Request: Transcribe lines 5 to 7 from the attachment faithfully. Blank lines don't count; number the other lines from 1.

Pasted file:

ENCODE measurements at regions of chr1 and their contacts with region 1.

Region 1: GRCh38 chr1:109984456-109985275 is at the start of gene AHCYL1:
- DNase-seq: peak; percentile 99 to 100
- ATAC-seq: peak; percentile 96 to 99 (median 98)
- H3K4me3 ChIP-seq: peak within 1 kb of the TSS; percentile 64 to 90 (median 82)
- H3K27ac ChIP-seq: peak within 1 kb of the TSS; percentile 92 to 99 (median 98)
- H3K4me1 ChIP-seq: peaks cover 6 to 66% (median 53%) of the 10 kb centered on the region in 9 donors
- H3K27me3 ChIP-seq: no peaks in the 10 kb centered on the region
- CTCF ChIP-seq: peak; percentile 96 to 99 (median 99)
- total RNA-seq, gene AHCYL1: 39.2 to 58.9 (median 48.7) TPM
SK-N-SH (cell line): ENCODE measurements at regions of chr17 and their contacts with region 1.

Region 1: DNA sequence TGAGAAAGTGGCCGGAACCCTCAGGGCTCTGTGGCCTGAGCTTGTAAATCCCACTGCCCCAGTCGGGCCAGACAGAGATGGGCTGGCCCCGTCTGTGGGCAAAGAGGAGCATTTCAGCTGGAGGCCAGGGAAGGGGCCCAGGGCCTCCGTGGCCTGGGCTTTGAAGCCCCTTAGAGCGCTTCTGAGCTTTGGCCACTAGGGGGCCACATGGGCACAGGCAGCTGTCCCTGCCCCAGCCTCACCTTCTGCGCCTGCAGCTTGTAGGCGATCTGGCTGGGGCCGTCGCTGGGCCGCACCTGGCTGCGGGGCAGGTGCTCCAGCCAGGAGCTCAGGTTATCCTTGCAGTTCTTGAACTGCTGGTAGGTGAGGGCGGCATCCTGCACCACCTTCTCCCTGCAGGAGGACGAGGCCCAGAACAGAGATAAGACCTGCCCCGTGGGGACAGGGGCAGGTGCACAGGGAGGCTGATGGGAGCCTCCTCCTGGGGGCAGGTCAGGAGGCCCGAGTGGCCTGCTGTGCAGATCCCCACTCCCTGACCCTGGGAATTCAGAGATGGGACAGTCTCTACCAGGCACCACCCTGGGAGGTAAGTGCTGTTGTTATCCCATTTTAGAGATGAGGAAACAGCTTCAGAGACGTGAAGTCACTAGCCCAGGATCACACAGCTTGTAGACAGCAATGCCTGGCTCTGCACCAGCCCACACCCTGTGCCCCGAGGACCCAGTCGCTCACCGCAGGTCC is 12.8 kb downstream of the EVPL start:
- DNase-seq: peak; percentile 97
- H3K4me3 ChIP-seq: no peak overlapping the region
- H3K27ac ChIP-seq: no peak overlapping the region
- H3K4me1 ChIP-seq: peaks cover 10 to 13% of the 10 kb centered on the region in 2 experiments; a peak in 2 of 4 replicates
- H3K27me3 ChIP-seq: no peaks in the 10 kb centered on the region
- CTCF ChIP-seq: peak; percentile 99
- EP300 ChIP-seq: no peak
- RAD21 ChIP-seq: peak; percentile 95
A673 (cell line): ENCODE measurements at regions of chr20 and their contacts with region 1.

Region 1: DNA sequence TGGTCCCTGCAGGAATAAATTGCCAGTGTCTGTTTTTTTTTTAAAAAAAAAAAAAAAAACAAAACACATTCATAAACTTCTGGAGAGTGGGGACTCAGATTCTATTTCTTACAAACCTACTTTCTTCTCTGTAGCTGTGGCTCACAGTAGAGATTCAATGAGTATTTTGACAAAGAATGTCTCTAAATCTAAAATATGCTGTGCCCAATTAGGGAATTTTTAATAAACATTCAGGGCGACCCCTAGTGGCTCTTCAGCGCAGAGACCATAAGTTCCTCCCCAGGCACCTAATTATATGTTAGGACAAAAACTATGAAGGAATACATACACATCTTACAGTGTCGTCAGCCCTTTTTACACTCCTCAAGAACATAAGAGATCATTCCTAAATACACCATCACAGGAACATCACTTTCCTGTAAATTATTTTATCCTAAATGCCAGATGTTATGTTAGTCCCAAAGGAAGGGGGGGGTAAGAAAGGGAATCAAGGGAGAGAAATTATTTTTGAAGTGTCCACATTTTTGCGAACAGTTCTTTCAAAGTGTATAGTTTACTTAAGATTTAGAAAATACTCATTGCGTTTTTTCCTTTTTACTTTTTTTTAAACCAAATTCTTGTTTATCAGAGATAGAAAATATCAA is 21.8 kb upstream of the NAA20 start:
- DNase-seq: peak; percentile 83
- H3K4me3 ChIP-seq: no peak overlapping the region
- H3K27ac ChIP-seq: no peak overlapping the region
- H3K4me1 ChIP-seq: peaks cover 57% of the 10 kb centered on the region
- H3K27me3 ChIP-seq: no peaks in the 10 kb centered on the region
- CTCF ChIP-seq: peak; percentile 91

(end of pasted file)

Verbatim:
- H3K4me3 ChIP-seq: peak within 1 kb of the TSS; percentile 64 to 90 (median 82)
- H3K27ac ChIP-seq: peak within 1 kb of the TSS; percentile 92 to 99 (median 98)
- H3K4me1 ChIP-seq: peaks cover 6 to 66% (median 53%) of the 10 kb centered on the region in 9 donors